We’ve had a fantastic year at BTBS, so with that comes a ton of thought-provoking articles ranging from legal analysis, to baseball commentary, all the way to in-depth legal analysis of all of the scandals that broke late in the season. I’m really proud of the work we did, so considering this is a slow week for the holiday I figured this would be an excellent time to showcase what I considered to be the best blogs of 2019.
Most prescient articles
Predictions are not our forte, nor would I expect not to find some bad takes sprinkled throughout the past couple of years about players and teams we totally whiffed on. But we also hit the nose on the head for a couple of things, so maybe we don’t know nothing! For one, Daniel R. Epstein predicted that because of DRC+, DJ LeMahieu would be well worth the value as a Yankee considering his Coors effect was overstated. What’ll-you-know, he was one of the most valuable players of the year. Kenny Kelly said that the Mets had figured out Zack Wheeler, finally, and once again, he had a fantastic season and signed a hefty deal with the Phillies.
Most scientific article
It’s genuinely awesome that we have a chemist on staff, courtesy of Luis Torres’ writing. Torres does a fantastic job of breaking down anything related to PED suspensions, especially when they deal with diuretics or substances the lay public is not familiar with. When Michael Pineda was suspended, he broke down hydrochlorothiazide, which is actually a diet pill that certainly requires a little discussion regarding its ethical status in the PED world.
Best analytical article
Our dearly departed Patrick Brennan was our best analytical mind, no question, and he engaged in quite a few analytical studies that made me think. His best one dealt with the predictability of hitters and found that the best way to ward off the shift and its ding against BABIP is to spray the ball as much as possible, which unsurprisingly correlates directly with BABIP.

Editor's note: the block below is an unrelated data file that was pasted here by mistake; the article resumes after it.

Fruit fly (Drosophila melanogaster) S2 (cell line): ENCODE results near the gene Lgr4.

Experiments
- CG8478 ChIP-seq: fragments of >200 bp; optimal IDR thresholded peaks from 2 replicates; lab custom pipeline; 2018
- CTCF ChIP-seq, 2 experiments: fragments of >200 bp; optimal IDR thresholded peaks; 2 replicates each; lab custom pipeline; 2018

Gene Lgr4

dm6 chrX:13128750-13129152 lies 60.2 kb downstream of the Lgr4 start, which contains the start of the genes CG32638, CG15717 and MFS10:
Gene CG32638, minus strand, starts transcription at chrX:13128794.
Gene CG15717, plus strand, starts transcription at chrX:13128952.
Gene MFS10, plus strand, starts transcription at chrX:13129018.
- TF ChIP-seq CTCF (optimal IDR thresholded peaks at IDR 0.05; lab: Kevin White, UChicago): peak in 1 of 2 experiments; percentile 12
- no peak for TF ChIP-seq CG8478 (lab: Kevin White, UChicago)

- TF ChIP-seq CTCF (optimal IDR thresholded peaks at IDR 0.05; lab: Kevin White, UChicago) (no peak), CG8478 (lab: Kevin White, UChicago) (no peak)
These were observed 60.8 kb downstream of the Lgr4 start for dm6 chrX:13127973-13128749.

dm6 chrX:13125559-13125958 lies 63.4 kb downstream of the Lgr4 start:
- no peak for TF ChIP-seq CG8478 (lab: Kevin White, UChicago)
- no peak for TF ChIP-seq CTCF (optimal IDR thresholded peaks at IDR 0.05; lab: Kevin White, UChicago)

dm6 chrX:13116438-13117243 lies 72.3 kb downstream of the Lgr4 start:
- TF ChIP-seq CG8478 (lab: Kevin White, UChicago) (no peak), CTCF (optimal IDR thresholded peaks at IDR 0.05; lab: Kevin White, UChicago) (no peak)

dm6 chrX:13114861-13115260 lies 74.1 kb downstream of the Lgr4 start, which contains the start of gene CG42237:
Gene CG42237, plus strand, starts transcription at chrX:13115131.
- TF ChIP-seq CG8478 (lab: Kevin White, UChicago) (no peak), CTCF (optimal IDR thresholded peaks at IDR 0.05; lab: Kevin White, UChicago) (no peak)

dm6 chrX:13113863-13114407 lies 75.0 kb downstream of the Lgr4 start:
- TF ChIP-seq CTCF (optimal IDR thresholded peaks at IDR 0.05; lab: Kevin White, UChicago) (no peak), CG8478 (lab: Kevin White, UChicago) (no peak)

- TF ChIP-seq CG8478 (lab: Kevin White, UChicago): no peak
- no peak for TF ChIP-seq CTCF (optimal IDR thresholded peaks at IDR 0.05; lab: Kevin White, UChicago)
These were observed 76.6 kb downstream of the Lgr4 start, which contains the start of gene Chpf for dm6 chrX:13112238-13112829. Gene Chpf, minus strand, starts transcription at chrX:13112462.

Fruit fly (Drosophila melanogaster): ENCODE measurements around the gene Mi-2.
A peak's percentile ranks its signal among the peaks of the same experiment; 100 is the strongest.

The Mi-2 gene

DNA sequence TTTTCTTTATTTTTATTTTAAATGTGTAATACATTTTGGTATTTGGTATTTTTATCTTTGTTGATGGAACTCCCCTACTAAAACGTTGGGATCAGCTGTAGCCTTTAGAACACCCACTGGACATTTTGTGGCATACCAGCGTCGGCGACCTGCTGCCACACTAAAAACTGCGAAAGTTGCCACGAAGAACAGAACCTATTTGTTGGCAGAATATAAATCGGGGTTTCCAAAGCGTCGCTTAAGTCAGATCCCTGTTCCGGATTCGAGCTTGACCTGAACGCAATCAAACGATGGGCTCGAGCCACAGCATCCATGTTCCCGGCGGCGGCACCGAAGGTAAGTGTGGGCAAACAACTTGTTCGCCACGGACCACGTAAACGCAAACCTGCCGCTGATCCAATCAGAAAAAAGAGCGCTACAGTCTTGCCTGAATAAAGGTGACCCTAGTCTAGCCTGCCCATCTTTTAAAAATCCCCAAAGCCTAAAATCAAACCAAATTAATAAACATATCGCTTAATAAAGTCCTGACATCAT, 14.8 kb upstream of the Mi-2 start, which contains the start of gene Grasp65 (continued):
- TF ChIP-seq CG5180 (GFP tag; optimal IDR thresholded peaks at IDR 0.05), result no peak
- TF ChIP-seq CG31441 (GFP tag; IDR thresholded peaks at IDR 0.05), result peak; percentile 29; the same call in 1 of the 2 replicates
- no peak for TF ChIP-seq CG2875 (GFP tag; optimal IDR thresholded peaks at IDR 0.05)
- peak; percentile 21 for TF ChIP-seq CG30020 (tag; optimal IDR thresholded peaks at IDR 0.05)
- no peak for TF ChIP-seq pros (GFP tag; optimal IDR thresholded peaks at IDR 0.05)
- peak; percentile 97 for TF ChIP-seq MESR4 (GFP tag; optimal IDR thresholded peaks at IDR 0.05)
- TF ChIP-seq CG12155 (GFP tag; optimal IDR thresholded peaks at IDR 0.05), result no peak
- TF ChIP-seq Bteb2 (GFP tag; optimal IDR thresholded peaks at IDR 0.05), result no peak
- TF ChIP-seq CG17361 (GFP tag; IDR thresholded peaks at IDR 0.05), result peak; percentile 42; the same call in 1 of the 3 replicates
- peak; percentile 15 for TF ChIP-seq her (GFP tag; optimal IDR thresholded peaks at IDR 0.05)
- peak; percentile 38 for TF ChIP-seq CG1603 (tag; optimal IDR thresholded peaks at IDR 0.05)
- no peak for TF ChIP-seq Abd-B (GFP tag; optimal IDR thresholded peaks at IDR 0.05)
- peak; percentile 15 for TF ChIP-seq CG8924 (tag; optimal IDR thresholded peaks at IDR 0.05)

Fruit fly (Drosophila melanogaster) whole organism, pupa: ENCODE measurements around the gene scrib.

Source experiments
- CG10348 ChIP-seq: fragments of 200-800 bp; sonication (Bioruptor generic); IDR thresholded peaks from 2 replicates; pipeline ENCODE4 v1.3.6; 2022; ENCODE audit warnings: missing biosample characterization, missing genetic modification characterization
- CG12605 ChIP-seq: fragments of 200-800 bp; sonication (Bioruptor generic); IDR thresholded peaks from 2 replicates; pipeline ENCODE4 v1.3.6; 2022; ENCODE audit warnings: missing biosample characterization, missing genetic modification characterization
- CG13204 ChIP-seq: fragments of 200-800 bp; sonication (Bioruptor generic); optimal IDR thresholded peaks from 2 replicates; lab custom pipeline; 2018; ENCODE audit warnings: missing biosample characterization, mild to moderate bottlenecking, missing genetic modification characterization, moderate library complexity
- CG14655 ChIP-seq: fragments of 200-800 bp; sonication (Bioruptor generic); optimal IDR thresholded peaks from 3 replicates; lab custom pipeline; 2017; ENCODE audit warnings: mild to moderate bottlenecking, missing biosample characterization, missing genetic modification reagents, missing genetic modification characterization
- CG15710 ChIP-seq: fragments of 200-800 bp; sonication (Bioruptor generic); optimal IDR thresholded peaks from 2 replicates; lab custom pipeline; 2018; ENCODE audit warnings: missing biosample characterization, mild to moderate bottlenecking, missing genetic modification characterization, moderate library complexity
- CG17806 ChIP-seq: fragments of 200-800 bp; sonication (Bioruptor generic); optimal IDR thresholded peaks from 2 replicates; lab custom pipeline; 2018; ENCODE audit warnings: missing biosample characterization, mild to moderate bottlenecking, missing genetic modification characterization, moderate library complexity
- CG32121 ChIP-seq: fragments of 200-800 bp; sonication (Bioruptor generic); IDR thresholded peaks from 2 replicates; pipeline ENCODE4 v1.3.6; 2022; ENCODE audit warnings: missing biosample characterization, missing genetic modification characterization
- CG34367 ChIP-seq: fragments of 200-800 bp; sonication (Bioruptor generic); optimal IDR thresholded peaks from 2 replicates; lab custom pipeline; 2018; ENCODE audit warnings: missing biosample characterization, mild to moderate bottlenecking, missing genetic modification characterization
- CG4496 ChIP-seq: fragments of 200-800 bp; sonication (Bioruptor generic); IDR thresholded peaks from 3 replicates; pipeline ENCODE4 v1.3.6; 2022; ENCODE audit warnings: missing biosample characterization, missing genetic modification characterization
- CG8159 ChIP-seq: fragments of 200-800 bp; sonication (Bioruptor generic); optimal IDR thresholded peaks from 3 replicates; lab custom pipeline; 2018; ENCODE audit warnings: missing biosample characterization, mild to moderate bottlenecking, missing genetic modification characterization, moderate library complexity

Most emotive articles
Sure, we’re an analytical site, but we also talk in emotions, which in our minds are just as real as any actual crack of the bat. No writing is often more emotive than Sheryl Ring’s, whose writing on sexual assault, the law, and baseball’s policies are hit out of the park every single time. While slightly tangential, her Hall of Fame piece on Roger Clemens, and his grooming of Mindy McCready, makes you think even more than any chart or graph because it makes you question why we root and celebrate the athletes we do, and whether our praise of them is actively complicit in the immoral activities these people engage in.
I would also be remiss to mention Daniel R. Epstein’s last piece at BTBS, “Don’t let MLB insult you.” It was the most widely shared article on social media of anything we posted this year, and I have never seen such an outpouring of positive support and solidarity. It made me incredibly proud of the work we do here, which I (hope and) believe matters. Our words have the power to bring out the best in people, and when they’re cutting enough, allow us the mental space to imagine a future world that’s more dignified and humane than our current one.